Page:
Pete Buttigieg was targeted by his Democratic rivals in New Hampshire, and they hit him where he's weakest
Pete Buttigieg and Sen. Bernie Sanders emerged strongest from Iowa, but it was Pete who bore the brunt of his Democratic rivals' attacks. Buttigieg struggled with an answer to a question about South Bend's record of racial disparities in drug-related arrests during his eight years as mayor. His rivals didn't let up, and there's a key strategic reason for that: Buttigieg is supremely weak among African-Americans.
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Sen. Bernie Sanders and South Bend Mayor Pete Buttigieg left Iowa with a delegate lead and a target on their backs. Though Sanders has spent the better part of this primary with a significant number of rivals coming after his record, Buttigieg has only recently been feeling the heat. In the New Hampshire debate, a key moment emerged when the mayor was pressed on his record in South Bend by moderator Linsey Davis, who asked the mayor, bluntly, about South Bend's record of racial disparities in drug-related arrests during his eight years in office.
Buttigieg attempts to explain the increase in black arrests in South Bend under his leadership for marijuana possession.ABC's Linsey Davis: "Sen. Warren, is that a substantial answer from Mayor Buttigieg?"Warren: "No." pic.twitter.com/iesdxQTXK3 — Axios (@axios) February 8, 2020
After Pete provided an answer, Davis asked Sen. Elizabeth Warren if she thought it was sufficient. "No," she replied. Other members of the field then laid out their racial justice policies and took swipes at Buttigieg's response. The reason for the sustaine attack is simple: This is a tough spot for Pete, and while it might not be a big deal in New Hampshire, come Nevada, South Carolina, and on Super Tuesday, it's going to be colossal. In short, Buttigiegs numbers among African Americans are terrible. For over a year, Insider has been conducting a series of SurveyMonkey Audience polls to gauge Americans' opinions on 2020 Democratic primary. You can download every poll here, down to the individual respondent data. (Read more about how the Insider Democratic primary tracker works here).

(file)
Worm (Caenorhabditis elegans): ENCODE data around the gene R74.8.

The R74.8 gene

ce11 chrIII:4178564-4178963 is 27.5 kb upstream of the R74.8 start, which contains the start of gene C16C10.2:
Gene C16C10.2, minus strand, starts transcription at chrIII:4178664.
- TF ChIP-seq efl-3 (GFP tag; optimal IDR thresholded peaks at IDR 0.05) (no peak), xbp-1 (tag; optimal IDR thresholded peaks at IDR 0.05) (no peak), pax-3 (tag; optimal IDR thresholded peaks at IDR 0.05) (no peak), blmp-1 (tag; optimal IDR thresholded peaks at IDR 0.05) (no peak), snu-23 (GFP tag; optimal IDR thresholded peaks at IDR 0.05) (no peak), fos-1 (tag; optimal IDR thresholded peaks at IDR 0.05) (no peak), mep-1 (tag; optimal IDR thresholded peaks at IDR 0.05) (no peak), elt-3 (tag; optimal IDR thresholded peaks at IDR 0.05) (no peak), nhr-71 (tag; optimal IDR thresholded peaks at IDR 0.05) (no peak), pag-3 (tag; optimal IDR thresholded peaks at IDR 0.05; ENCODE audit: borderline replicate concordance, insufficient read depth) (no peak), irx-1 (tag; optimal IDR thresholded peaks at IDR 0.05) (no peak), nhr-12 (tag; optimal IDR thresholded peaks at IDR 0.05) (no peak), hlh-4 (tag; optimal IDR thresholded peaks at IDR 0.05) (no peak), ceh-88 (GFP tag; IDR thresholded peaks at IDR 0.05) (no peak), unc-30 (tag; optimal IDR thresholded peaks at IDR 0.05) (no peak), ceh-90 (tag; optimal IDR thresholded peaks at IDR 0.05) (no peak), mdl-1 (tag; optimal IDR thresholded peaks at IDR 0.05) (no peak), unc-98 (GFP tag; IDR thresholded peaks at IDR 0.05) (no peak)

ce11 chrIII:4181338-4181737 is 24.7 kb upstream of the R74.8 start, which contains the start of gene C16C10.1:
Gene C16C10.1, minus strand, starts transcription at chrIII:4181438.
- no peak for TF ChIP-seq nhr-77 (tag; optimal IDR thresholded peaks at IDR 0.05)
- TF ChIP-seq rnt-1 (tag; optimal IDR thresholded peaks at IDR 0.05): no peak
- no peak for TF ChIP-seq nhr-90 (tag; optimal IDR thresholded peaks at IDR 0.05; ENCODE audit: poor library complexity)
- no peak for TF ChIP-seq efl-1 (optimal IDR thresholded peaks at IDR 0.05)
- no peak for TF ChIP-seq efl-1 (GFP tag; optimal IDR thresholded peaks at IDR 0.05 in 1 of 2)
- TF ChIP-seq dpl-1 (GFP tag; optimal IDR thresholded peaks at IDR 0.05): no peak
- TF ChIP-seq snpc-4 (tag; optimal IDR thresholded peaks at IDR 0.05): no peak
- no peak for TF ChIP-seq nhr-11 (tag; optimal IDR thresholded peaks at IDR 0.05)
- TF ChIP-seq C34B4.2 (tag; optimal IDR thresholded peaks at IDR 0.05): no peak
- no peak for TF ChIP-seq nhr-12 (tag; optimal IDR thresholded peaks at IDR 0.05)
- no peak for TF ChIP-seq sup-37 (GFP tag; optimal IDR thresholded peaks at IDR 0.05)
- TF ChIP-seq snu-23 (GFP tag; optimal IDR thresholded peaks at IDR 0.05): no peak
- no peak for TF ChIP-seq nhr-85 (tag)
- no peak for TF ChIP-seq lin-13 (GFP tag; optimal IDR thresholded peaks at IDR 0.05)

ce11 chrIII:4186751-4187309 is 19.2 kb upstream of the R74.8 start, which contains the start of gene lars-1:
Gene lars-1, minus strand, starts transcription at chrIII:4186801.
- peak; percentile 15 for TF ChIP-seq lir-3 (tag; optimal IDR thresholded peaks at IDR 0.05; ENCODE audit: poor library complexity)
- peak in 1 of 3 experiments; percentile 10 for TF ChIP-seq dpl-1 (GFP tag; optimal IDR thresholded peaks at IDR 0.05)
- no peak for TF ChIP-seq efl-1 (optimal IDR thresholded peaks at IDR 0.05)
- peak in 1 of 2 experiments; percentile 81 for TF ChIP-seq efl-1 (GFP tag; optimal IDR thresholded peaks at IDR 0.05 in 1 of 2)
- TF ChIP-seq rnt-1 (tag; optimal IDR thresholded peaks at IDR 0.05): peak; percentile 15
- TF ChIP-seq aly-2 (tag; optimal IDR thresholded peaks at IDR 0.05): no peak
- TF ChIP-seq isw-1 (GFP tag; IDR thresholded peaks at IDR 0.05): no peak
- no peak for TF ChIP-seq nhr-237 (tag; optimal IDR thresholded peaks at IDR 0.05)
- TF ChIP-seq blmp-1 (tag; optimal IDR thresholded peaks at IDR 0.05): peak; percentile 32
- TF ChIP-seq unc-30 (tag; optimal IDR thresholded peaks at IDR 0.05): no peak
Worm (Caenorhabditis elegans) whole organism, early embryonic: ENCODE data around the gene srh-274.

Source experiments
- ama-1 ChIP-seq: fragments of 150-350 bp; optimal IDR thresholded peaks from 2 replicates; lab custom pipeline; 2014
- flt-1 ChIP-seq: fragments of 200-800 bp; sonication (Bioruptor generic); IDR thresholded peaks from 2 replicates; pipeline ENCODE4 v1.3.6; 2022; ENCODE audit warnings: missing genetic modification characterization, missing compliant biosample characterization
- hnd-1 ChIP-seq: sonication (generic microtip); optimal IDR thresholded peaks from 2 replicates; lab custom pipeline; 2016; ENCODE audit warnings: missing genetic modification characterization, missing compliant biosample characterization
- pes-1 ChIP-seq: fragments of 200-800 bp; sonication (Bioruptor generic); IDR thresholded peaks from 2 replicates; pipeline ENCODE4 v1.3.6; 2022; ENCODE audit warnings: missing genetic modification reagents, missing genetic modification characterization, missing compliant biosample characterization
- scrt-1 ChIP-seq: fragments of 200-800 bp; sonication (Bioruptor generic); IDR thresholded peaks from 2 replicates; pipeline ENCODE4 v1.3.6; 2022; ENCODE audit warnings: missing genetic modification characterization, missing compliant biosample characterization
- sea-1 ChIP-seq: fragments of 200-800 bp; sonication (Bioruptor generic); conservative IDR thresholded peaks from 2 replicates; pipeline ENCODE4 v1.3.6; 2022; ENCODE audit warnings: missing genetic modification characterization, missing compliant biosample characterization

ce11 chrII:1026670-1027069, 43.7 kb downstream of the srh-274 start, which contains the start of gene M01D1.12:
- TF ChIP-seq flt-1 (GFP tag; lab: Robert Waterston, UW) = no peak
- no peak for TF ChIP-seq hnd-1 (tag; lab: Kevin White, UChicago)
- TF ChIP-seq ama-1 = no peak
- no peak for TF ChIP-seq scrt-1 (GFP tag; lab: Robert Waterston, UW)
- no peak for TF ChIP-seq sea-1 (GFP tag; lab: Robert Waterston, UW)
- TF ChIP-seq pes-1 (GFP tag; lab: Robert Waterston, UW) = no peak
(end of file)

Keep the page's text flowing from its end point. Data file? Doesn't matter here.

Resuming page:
The first red flag comes when you look at the percentage of Democrats who would be satisfied in the event Buttigieg becomes the nominee, and comparing it to the percentage of Black Democrats who would be satisfied. Based on this graphic, which aggregates all the polls conducted in the back half of 2019, things are really bad for Pete.
Just 27% of Black Democrats would be satisfied with Buttigieg as nominee. That is 23 percentage points less than his support overall among all Democrats. No other Democrat underperforms so badly among any racial or ethnic group in all of the Democratic party. Things have only gotten worse for Pete in the time since. Looking at the polls conducted in December and January alone, 47% of Democrats would be satisfied with Buttigieg as nominee, but looking solely at black respondents, that's a paltry 21%. That's a drop of 26 percentage points compared to Democrats overall who know of Buttigieg. Pete Buttigieg does 30 percentage points worse among black people than white people when it comes to satisfaction as nominee, and that's a huge issue for him moving forward. Fifteen minutes on national television isn't going to help that. Large, diverse state are on the horizon. If there's something that's going to foul up the Buttigieg campaign, it's going to be happen in one of those places, and attacks like the ones that landed tonight certainly aren't going to help. Join the conversation about this story » NOW WATCH: Extremists turned a frog meme into a hate symbol, but Hong Kong protesters revived it as an emblem of hope
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Bill de Blasio tells Pete Buttigieg to 'show some humility' after he got his 'ass kicked' in Nevada and said he doesn't have diverse supporters